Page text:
The value and strategy for incorporating biosimilars Into clinical practice
Dr Francisco Esteva - New York University, New York, USA
My educational session is about biosimilars in oncology, so we have three speakers, one from the FDA, one from the EMA, which is the European agency, and then myself will try to put this in perspective and discuss what are the clinical applications as well as the challenges that we will face as some of these biosimilars will be hopefully approved by the FDA.
Just a little background – what is a biosimilar?
Biosimilars are protein-based therapeutics that are made in live cells, as opposed to generics which are basically chemicals. They are not identical to the original or the originator drug because it’s basically impossible to make the same protein being identical in two different cell lines. But they are similar enough that their structure is almost the same, their function is the same. Then on top of that they have to show that in clinical trials the pharmacokinetics are the same as the originator and the safety and efficacy are also pretty similar.
When it comes to the clinical application what would be talked about at the session in terms of bring these to clinics?
None of the therapeutic biosimilars are approved in the US yet; once they are approved we will have to educate oncologists and patients to make sure they understand that these are basically the same type of treatments and that is one of the challenges because, as opposed to supportive care, biosimilars like GCSF which was approved by the FDA last year, when we are talking about therapeutics for cancer there may be more anxiety about substituting or using a biosimilar as opposed to the originator drug even though they’re the same. So at the ASCO meeting this year Dr Hope Rugo presented this randomised phase III trial, for example, where one of the trastuzumab biosimilars had the same, even better, efficacy than Herceptin and similar toxicity side effect profile. So that, in my opinion, would make it acceptable should the FDA approve it for use.
It sounds like all of this is still very much yet to be developed, yet to be discovered, but with things as they are now, apart from the regulation aspect of things, can you see any limits to biosimilar therapy?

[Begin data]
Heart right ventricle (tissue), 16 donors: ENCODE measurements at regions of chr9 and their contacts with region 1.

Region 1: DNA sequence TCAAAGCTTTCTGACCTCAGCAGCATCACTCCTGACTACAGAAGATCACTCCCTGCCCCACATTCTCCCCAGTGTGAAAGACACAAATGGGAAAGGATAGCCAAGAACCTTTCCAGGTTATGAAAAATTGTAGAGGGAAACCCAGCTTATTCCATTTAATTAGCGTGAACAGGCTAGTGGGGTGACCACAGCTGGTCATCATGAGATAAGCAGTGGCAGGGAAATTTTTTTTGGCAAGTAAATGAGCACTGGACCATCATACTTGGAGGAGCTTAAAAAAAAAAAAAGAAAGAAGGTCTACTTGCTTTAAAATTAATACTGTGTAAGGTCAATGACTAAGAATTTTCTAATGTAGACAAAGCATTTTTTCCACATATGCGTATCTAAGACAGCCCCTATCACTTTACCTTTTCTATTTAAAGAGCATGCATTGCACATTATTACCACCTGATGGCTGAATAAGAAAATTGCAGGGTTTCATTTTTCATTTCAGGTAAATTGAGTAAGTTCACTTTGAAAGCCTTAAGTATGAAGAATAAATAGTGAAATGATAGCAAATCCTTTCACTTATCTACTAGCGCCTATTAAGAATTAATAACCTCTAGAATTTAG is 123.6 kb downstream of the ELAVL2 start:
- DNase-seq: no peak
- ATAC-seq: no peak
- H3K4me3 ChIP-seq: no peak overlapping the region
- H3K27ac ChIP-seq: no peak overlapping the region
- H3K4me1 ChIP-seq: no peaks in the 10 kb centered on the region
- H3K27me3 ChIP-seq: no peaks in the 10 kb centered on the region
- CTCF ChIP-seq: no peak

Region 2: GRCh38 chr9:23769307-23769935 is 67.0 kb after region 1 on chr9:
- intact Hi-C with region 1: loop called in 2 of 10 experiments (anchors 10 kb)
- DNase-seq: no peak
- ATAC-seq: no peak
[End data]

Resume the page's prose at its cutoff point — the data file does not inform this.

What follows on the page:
There is no limit in terms of the application of this type of technology because once a patent expires anybody can make a biosimilar if you have the right technology and knowledge and know-how so very large companies are getting into this business, such as Pfizer, Amgen, Celltrion, all these large companies in the US. So as long as the technology is there and they know how to do it there should be technically no limit to the use of these biosimilars. There are many issues, about substitution for example - can a pharmacist now substitute a biosimilar as opposed to an original drug like Herceptin, for example. All of those things have to be resolved once they are approved. But my understanding, based on the FDA approval, if one of those agents is approved, is that still will have to be done by the oncologist or the physician so they cannot be substituted as they are, for example, with generics all the time. So these are some of the practical things we need to resolve. The other important thing in the US specifically is that patients like to take an active part in their care and they may or may not accept this type of therapeutic. So it’s very important to communicate what it means, what is a biosimilar, the fact that the results are basically identical and have to feel comfortable, both the physicians and the patients, to use one of those as opposed to the original, let’s say Herceptin, Avastin, Rituxan and so on.